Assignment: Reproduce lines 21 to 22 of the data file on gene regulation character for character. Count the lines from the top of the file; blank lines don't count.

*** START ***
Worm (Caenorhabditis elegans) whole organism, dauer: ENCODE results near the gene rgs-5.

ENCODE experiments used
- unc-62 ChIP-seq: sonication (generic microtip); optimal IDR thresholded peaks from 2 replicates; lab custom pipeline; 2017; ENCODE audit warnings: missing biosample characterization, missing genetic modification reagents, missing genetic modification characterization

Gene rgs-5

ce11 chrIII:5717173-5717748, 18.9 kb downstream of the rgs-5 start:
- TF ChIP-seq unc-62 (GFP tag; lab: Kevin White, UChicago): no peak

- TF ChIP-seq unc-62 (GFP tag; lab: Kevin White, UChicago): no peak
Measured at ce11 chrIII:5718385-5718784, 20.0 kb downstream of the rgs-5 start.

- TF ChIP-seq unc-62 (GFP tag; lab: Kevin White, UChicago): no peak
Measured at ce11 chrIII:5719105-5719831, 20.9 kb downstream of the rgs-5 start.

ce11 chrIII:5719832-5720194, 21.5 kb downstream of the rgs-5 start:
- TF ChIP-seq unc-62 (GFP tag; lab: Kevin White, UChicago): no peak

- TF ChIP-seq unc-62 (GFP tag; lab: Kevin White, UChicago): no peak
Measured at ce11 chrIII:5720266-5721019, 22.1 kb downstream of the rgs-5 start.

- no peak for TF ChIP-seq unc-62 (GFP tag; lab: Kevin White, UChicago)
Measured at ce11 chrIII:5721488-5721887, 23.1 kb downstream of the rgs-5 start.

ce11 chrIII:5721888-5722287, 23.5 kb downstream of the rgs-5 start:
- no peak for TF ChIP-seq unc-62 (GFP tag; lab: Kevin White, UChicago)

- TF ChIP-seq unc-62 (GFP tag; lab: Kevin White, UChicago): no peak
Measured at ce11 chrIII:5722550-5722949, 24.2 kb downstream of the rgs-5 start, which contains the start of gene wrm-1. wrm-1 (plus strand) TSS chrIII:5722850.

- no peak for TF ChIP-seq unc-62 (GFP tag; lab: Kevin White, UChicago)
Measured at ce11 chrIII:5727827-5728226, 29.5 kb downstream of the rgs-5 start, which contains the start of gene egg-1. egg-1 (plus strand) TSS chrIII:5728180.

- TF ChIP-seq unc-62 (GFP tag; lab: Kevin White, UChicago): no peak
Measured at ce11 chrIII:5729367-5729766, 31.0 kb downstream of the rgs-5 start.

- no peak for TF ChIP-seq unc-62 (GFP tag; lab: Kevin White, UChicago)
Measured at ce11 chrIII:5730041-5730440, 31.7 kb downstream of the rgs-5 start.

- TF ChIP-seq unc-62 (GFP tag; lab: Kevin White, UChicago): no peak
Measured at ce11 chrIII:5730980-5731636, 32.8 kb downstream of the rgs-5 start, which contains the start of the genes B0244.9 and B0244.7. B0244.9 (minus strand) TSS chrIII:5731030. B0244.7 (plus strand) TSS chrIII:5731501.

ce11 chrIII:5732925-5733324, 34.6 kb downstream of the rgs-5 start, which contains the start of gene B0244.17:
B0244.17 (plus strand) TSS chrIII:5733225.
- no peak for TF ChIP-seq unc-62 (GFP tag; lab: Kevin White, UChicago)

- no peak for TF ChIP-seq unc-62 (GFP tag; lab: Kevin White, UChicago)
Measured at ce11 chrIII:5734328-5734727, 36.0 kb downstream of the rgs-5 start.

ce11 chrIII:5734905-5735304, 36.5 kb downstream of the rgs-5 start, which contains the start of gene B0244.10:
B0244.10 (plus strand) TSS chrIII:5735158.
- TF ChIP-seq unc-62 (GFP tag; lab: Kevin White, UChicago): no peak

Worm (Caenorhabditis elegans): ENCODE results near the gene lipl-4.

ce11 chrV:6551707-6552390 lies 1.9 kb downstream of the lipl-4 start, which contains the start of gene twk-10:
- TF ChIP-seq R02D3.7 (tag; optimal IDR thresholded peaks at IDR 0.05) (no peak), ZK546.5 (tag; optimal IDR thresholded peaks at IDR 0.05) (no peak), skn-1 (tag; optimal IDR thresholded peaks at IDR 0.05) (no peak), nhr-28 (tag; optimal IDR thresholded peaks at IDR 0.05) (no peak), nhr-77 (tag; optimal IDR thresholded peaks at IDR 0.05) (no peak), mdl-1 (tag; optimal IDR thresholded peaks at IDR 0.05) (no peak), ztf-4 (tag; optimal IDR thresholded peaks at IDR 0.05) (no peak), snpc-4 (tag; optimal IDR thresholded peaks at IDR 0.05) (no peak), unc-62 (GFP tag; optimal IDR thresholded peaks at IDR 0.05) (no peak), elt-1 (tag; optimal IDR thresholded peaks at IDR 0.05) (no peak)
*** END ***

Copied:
- no peak for TF ChIP-seq unc-62 (GFP tag; lab: Kevin White, UChicago)
Measured at ce11 chrIII:5727827-5728226, 29.5 kb downstream of the rgs-5 start, which contains the start of gene egg-1. egg-1 (plus strand) TSS chrIII:5728180.